A funny thing happened when Honeywell International (NYSE:HON) announced last week that it will buy RFID-, receipt-, and label-printing equipment maker Datamax-O'Neil for $185 million. Honeywell's stock went up -- and so did the stock of the company it will buy Datamax from: Dover Corporation (NYSE:DOV).
Since the deal was announced, shares of Honeywell have risen 4.6%. Shares of Dover Corp. are up an even stronger 4.9%. Could it be that this transaction was one of those rare events in which both seller and buyer got a good deal? Let's find out.
What Honeywell's buying
Datamax-O'Neil makes fixed and mobile printers used in a variety of retail, warehouse and distribution, and healthcare applications, printing out everything from product labels to RFID codes. With $135 million in fiscal 2014 sales, Datamax makes up about 13% of Dover's printing and identification division, a $1 billion business that's exceedingly profitable for Dover, earning close to 18% annual operating profit margins, according to S&P Capital IQ.
What Honeywell wants with it
In a press release describing the acquisition, Honeywell noted that it plans to add Datamax to its existing scanning and mobility business, part of the automation and control solutions division that is now Honeywell's biggest business ($16.6 billion in revenues last year, earning 14.7% operating profit margins).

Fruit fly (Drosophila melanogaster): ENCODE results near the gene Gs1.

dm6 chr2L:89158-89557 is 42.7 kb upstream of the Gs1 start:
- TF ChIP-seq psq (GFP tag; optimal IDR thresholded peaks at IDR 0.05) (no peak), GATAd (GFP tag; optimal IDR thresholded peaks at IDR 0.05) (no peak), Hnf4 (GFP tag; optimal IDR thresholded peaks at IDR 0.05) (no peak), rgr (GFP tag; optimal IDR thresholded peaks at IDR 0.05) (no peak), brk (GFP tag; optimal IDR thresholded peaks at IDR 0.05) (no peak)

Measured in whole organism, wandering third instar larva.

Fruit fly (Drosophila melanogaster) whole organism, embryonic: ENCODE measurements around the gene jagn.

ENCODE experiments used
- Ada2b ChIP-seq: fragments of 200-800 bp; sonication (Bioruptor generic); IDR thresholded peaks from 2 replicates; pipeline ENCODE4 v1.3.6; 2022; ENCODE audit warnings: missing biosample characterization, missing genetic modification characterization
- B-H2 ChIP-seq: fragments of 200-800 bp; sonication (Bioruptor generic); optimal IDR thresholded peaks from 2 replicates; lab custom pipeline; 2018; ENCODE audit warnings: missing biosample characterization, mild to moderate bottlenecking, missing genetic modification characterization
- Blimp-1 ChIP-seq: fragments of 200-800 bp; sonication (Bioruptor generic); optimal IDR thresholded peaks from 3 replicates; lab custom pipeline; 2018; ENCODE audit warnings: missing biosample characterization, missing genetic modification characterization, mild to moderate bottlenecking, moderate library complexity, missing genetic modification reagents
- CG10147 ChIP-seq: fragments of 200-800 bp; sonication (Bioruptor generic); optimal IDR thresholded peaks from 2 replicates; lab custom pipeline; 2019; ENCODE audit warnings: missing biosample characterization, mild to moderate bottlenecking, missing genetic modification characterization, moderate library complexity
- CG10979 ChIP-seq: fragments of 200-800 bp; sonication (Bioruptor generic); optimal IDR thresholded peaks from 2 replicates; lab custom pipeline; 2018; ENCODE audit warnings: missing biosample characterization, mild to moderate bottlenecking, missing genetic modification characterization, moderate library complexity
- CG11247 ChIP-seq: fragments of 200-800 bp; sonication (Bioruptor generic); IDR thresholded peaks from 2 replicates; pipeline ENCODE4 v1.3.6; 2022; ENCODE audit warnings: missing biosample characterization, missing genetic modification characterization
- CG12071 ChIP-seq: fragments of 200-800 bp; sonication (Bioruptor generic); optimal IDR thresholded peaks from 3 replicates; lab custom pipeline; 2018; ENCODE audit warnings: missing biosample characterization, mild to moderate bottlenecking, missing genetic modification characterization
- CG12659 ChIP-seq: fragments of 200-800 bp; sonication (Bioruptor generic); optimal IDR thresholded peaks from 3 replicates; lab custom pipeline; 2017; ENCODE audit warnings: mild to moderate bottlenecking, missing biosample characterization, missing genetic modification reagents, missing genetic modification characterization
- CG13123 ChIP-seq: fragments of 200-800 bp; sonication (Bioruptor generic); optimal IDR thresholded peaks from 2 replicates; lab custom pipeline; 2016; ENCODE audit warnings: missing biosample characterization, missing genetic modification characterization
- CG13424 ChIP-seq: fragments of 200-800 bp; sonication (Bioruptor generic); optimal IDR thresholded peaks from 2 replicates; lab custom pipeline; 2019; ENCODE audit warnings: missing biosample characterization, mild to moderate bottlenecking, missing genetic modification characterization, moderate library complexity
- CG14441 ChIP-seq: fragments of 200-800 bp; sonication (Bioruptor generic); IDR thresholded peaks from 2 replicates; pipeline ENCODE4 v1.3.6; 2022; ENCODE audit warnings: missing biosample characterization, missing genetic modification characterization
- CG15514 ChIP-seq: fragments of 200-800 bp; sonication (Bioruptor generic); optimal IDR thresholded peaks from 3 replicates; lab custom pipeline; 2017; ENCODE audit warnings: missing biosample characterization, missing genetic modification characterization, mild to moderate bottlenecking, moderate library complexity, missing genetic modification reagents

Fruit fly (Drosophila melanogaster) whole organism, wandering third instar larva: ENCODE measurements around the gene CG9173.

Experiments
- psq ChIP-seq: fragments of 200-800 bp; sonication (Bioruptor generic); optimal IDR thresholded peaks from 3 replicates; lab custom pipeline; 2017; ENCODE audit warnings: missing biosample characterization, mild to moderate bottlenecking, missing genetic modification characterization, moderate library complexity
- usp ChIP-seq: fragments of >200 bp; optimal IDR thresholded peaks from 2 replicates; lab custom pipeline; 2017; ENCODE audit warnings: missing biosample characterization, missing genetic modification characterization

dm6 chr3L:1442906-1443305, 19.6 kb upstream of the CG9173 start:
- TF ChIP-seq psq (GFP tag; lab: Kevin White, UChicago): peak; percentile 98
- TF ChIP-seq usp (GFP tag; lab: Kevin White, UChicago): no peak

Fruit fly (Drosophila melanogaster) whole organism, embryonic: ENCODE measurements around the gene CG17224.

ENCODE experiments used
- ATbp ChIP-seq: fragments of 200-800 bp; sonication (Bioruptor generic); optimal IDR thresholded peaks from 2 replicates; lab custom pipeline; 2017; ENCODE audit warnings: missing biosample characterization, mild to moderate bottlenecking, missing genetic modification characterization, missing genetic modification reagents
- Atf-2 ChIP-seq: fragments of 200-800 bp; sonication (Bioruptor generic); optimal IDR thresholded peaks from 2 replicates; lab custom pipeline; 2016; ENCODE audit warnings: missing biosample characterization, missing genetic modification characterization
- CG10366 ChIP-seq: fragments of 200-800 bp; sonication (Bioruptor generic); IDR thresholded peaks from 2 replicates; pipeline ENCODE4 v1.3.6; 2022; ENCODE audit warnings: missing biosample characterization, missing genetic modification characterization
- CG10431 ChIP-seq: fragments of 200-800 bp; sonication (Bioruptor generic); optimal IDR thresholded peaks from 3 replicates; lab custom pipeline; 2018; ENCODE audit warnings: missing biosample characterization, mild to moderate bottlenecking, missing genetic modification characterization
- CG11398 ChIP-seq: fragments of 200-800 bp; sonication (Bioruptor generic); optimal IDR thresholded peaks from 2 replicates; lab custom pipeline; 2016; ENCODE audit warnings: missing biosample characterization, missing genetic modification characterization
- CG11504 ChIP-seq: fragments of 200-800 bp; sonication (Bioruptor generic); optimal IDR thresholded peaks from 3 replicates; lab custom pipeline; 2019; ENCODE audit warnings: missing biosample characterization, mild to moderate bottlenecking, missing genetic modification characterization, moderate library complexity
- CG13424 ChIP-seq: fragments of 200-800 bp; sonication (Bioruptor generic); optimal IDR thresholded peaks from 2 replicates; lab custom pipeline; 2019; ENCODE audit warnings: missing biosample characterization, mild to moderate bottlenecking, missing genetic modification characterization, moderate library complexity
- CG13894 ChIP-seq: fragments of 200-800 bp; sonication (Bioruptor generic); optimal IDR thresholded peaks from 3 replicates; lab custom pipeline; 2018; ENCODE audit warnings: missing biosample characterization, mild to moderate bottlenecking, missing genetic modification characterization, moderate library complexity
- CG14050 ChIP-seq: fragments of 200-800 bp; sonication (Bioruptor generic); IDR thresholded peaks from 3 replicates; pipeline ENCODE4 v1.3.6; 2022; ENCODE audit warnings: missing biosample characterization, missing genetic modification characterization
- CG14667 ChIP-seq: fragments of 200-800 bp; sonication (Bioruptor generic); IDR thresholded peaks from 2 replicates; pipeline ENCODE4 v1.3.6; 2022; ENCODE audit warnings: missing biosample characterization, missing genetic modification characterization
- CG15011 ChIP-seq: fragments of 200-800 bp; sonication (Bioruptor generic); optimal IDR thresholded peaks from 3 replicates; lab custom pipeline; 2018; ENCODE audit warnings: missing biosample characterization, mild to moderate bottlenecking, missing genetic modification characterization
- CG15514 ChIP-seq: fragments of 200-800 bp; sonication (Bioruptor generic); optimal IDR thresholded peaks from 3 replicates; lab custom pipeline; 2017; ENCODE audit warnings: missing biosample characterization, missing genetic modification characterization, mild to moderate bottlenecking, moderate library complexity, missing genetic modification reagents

Honeywell sees a $1.5 billion market opportunity in barcode printing, globally. The company sees Datamax as offering "highly complementary printing technologies" to its own, and helping to build "scale" and offer "significant synergy opportunities" to its existing business. The likelihood that Datamax is already more profitable than Honeywell as a whole (where operating margins hover around 14.7% companywide) must also be seen as a plus.
Is the price right?
Of course, the best part of this deal, from an investor's perspective, is the price. Honeywell will pay $185 million for Datamax, which works out to about a 1.37-times multiple to the subsidiary's $135 million in annual sales. That's a significant discount to the 1.96-times-sales multiple that Honeywell's own shares sell for. So put another way, Honeywell is paying a lower P/S ratio to acquire what's very likely a higher-profitability business.
The advantages of this deal for Dover Corp. are less obvious -- but still there. 1.37 times sales is a slight premium to the 1.34 times sales valuation Dover shares currently command. Dover will earn this premium at the same time it exits a business that it says is not "core to our long-term vision." To top it all off, Dover will get $185 million in cold, hard cash, with which it can pay down a bit of its $2.7 billion debt load.
Moral of the story? When companies start buying and selling each other, citing "synergies" as their motivation, I'm often inclined to be suspicious. But in this particular case, we really do appear to be looking at a win-win deal for all parties involved.